Through the Looking Glass Review






Seeing as it’s been over two months since my last post, I feel obliged to write this review today. After copious amounts of coffee and twenty scribbled pages of notes – all of which are now scrunched into the bin – I finally feel ready to begin to write.
So, here it is, at long last a review of the rather poor Alice in Wonderland sequel, Through the Looking Glass.
Now, it wasn't until doing some research on this film that I noticed Tim Burton was not the director. To be honest, when I was watching it, I felt as though this was a cheap knock-off of one of his films, so am glad to know that he hasn't sold out. I wasn't a huge fan of the monstrosity of the first film, but at least it was visually pleasing – unlike this one!

On top of this, I absolutely hated the Vegetable people. They were stupid and immature, and I am pretty sure they are only featured to get an easy laugh from the kids in the audience. I know that I am not the target age group for a Disney film, seeing as I am 19, but even so, I felt that this film had some overly immature and poorly thought through parts.
As for plot; nothing really happened. I was sat watching this film for an hour and a half, and the plot quality and quantity didn't feel that way. There was an amazing opportunity to end the film on a very dark, unpredictable note; however, a happy ending was favoured, which was highly disappointing. The whole film was largely made up of overly long, repetitive scenes, and when there were amazing scenes, such as when Alice is in the Mental Asylum, they appear to be cut short.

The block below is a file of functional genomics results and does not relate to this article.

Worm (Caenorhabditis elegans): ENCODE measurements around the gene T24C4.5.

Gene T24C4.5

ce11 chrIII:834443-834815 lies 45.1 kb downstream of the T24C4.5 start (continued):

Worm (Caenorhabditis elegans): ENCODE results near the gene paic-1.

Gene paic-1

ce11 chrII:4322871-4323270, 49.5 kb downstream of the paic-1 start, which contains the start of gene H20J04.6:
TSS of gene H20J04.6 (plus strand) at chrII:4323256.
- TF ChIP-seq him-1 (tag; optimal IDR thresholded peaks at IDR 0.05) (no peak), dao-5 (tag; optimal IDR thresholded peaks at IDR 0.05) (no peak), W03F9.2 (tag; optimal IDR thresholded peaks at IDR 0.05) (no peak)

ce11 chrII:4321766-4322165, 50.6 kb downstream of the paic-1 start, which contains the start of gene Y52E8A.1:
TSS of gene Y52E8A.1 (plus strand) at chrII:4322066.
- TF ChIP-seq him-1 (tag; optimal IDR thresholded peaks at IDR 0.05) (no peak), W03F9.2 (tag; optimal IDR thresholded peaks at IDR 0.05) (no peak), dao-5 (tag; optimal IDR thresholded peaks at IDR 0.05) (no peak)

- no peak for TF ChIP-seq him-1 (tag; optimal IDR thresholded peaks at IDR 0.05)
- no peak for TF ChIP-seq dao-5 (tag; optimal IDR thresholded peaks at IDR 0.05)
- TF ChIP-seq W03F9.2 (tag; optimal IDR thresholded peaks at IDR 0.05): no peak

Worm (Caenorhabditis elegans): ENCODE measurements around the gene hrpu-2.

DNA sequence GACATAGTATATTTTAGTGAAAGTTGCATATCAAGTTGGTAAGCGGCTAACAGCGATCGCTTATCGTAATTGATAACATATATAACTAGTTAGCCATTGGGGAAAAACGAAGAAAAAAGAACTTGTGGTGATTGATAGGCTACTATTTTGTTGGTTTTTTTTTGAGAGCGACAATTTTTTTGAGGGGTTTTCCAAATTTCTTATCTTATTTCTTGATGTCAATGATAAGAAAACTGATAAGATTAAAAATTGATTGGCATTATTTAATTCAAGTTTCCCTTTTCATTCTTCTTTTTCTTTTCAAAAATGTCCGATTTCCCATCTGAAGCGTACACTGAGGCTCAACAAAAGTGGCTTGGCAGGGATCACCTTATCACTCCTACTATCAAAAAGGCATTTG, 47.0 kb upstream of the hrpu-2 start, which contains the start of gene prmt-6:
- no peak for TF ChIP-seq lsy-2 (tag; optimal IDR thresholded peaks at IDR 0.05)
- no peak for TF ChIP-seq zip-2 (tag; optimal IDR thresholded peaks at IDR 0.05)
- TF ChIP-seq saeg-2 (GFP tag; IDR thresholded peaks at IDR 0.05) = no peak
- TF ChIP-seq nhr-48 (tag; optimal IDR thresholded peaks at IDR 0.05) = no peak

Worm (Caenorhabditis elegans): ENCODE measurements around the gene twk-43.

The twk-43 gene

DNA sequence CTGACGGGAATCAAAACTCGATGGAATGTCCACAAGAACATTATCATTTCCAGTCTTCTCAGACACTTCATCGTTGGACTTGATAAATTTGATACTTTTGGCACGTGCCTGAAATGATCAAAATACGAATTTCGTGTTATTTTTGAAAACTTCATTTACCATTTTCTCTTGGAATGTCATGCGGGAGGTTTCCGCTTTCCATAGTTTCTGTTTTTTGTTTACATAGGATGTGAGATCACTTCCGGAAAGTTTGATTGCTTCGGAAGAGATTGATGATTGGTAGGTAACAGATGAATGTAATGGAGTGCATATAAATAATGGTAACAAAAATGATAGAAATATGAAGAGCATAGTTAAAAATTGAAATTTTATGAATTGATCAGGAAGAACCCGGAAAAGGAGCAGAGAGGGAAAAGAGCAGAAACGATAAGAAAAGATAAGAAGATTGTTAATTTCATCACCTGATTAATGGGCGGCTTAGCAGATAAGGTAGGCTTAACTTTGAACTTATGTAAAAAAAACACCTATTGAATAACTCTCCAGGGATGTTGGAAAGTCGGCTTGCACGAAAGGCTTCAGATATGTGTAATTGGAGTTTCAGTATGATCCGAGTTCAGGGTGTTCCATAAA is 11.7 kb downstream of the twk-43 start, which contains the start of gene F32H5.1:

I know I may seem a bit biased when it comes to the Mental Asylum scene, due to my undying love for all things Andrew Scott; however, I genuinely thought that this scene should have been longer. It was such a dark, clever twist, which heavily juxtaposed with the surrealism of Wonderland. This was the only scene that felt very Burton-ish to me, and I really wish that it was prolonged.

On top of this, Andrew Scott was just fantastic (like seriously, his psycho eyes turn me to jelly), as were the rest of the cast. Depp’s depiction of a young hatter was superb, as was Baron-Cohens’ take on Time. It’s just a shame that such talents were wasted on such a poor films.

CGI is also very big in this film, seeing as all of the wonders of Wonderland are reliant in the post-production stage. You can therefore imagine my shock when one scene in particular, of Alice running through fire, looked like it was made in the prehistoric age! I hadn't seen such bad CGI in a long time, and it was emphasised due to the quality of the rest of the film. If you see Through the Looking Glass, you’ll know the scene I'm talking about, as it sticks out like a sore thumb.

Overall, in case you couldn't already tell, I was beyond disappointed with this film. With such as all-star cast and technological advances, it really should have been better than it was, and this is being said by someone who hates to criticize. I felt like it had the potential to be a new dark and twisted look into Wonderland, that could even better the first one, but it really let itself down.

But, to end on a positive, the ‘Time’ puns at the Tea Party table were pure gold, and I would probably watch the film again for those alone (and for Andrew Scott, of course).



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